contribution to the growth of the church by translating the
scriptures from Greek and Aramaic to the classical Ethiopian
language of Geez.
The Major Turning Points
For centuries the Christian Ethiopians fought for maintenance
of the Christian faith against internal and external foes.
In 968, a Jewish persecution of Christians occurred under
Yodit. There was also constant hostility from the Moslems
the Red Sea coast. In 1528, Ahmad Gragn attacked the country
with the aid of Ottoman Empire. For more than a decade churches
and monasteries were sacked and burned, and ancient manuscripts
and other works of art were stolen and destroyed. The other
problem was the attempt of the Roman Catholic Church from
1520 - 1631 to bring the Ethiopian Christians under the jurisdiction
of Rome. In the time of Pope Julius III (1550 - 55), Portuguese
Jesuits entered the country. They impressed the court, but
alienated the clergy. In 1614 belief in Christ's two natures
was imposed on pain of death. It was the Chalcedon formula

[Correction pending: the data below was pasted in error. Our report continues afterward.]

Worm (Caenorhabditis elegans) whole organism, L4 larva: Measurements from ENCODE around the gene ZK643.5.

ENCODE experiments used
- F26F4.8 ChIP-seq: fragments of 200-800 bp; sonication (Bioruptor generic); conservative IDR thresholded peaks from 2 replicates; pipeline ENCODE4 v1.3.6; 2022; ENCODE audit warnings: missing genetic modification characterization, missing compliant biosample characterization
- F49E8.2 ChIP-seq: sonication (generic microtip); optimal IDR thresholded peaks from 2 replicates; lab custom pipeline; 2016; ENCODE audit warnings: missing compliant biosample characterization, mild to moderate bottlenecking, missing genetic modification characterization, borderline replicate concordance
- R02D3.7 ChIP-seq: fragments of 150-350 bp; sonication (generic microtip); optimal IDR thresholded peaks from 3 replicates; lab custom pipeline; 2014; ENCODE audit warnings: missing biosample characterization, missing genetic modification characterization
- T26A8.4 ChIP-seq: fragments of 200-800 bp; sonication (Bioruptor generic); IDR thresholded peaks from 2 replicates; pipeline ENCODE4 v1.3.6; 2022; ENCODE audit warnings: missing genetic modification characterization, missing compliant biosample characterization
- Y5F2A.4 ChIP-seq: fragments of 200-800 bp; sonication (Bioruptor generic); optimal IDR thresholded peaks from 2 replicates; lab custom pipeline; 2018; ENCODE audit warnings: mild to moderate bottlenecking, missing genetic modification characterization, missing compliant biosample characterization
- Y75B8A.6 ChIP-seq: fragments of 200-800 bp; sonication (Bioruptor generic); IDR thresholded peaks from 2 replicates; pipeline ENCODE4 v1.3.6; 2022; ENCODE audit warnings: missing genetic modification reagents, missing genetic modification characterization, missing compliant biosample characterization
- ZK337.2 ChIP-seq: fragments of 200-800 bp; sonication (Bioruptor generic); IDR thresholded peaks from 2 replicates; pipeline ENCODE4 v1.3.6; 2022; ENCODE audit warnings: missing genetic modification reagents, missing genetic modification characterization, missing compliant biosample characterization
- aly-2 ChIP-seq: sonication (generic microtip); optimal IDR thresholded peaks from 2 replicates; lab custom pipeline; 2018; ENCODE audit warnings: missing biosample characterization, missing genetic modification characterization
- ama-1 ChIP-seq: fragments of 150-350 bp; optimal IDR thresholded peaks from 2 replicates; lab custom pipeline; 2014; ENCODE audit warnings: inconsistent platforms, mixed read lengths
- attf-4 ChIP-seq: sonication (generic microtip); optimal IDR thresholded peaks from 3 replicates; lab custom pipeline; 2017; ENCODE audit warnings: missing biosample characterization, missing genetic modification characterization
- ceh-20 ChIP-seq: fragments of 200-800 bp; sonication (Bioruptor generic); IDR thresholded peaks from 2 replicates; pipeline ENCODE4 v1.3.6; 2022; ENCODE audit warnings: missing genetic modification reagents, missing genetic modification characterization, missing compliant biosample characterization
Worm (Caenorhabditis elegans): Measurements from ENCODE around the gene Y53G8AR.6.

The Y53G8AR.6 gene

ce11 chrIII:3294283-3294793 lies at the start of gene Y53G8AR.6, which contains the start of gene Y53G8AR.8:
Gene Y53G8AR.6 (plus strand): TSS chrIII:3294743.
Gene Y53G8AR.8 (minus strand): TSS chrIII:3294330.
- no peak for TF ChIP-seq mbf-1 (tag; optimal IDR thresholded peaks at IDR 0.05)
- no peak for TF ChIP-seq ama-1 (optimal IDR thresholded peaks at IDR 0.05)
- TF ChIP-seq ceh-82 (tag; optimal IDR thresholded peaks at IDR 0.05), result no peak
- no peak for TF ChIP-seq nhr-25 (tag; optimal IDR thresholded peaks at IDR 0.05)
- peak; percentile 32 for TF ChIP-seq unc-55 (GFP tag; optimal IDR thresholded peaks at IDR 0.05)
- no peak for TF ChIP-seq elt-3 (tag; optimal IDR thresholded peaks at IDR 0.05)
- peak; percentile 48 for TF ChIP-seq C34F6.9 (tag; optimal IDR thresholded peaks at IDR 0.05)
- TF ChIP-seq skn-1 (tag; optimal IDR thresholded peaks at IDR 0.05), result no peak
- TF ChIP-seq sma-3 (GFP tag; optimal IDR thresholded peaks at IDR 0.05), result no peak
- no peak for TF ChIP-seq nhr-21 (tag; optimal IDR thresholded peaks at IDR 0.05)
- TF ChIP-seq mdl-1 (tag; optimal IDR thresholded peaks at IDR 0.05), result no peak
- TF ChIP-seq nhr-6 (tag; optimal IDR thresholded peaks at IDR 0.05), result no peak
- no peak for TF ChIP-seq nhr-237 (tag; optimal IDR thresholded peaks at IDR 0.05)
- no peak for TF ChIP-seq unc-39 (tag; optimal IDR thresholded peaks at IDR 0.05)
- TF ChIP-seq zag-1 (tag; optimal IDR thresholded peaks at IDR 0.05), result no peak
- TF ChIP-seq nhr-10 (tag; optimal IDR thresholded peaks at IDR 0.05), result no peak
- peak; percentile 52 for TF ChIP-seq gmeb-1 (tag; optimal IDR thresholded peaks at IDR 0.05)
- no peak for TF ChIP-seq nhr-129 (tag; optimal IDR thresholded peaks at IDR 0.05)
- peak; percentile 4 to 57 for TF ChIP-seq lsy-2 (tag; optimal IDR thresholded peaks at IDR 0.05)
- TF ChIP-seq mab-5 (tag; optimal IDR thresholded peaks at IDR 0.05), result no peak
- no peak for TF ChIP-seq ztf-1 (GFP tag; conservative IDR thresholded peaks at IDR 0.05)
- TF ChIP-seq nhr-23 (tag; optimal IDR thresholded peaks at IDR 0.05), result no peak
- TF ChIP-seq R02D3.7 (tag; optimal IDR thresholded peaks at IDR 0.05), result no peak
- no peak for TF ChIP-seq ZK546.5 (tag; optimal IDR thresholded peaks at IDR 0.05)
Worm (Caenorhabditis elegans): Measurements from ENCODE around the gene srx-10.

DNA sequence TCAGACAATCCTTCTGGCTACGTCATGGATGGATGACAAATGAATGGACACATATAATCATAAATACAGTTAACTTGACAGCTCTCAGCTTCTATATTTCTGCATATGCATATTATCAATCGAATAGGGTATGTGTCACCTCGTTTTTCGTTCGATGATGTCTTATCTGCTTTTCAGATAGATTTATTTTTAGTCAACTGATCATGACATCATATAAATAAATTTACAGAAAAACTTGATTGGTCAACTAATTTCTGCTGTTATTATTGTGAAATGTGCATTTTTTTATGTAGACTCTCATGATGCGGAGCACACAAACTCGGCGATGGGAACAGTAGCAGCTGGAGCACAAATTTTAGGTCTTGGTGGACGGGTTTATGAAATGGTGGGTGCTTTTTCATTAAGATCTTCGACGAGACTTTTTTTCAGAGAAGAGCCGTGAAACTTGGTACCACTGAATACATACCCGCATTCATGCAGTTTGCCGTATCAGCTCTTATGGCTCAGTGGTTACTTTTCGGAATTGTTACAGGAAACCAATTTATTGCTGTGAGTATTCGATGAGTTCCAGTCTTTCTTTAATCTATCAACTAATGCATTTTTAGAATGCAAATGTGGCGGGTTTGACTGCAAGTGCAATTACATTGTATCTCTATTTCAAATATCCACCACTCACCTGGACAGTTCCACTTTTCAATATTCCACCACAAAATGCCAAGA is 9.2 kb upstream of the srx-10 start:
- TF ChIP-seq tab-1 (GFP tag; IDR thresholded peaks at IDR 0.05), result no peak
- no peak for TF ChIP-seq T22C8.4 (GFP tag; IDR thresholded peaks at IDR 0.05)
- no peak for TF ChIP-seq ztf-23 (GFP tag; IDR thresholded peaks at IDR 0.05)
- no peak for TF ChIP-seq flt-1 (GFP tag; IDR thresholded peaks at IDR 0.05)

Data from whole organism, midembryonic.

of 451, which the Ethiopians had rejected. The people revolted,
civil war broke out, and thousands were killed. After the
death of Susneyos in 1631, his son Fasilades expelled the
Jesuits from the country. From the beginning, the Ethiopian
church affiliated itself with Alexandrian Church. After the
death of Abba Selama, the first bishop of Ethiopia on July
26, 380 A.D., the Egyptian bishops were appointed to head
the Ethiopian Church. This continued until early in the twentieth
century. However, numerous problems, such as language, and
distance from Alexandria made it imperative to have native
bishops. After a long period of struggle, finally agreement
was reached with the Coptic Patriarchate in 1950. In 1959
the Ethiopian Orthodox Church became autocephaly, while remaining
in canonical union with the Coptic Church
The Ethiopians residing in Boston have carried out a very
commendable joy by sacrificing their money, knowledge, manpower,
and buying a church. They are working hard to preserve their
identity, faith and culture. The benefit of acquisition of
the Church building is not limited for the spiritual and temporal
service of Ethiopian alone. It is also for the permanent use
of the generation to come and for the non Ethiopian believers
of the faith as well. Debre Selam St. Michael Ethiopian Orthodox
Church is a testimony to their forbearance, strength of faith
Boston Debre Selam Saint Michael Ethiopian
Tewahdo Orthodox Church
Mattapan, MA 02214